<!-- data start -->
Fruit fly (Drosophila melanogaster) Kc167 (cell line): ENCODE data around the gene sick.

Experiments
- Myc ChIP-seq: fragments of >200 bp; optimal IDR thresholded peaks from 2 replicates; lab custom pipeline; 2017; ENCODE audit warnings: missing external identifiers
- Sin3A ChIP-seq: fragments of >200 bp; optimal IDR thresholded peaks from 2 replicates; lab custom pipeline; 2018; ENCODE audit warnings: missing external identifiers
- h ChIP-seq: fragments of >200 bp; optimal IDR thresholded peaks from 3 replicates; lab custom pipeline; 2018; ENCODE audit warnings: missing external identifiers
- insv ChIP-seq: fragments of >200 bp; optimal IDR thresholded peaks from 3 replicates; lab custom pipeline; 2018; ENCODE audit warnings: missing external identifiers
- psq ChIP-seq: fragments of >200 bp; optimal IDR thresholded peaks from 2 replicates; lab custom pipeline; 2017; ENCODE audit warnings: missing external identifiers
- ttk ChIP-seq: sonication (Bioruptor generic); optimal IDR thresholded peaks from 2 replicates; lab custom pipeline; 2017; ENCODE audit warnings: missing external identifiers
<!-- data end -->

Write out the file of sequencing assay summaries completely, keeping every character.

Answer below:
Fruit fly (Drosophila melanogaster) Kc167 (cell line): ENCODE data around the gene sick.

Experiments
- Myc ChIP-seq: fragments of >200 bp; optimal IDR thresholded peaks from 2 replicates; lab custom pipeline; 2017; ENCODE audit warnings: missing external identifiers
- Sin3A ChIP-seq: fragments of >200 bp; optimal IDR thresholded peaks from 2 replicates; lab custom pipeline; 2018; ENCODE audit warnings: missing external identifiers
- h ChIP-seq: fragments of >200 bp; optimal IDR thresholded peaks from 3 replicates; lab custom pipeline; 2018; ENCODE audit warnings: missing external identifiers
- insv ChIP-seq: fragments of >200 bp; optimal IDR thresholded peaks from 3 replicates; lab custom pipeline; 2018; ENCODE audit warnings: missing external identifiers
- psq ChIP-seq: fragments of >200 bp; optimal IDR thresholded peaks from 2 replicates; lab custom pipeline; 2017; ENCODE audit warnings: missing external identifiers
- ttk ChIP-seq: sonication (Bioruptor generic); optimal IDR thresholded peaks from 2 replicates; lab custom pipeline; 2017; ENCODE audit warnings: missing external identifiers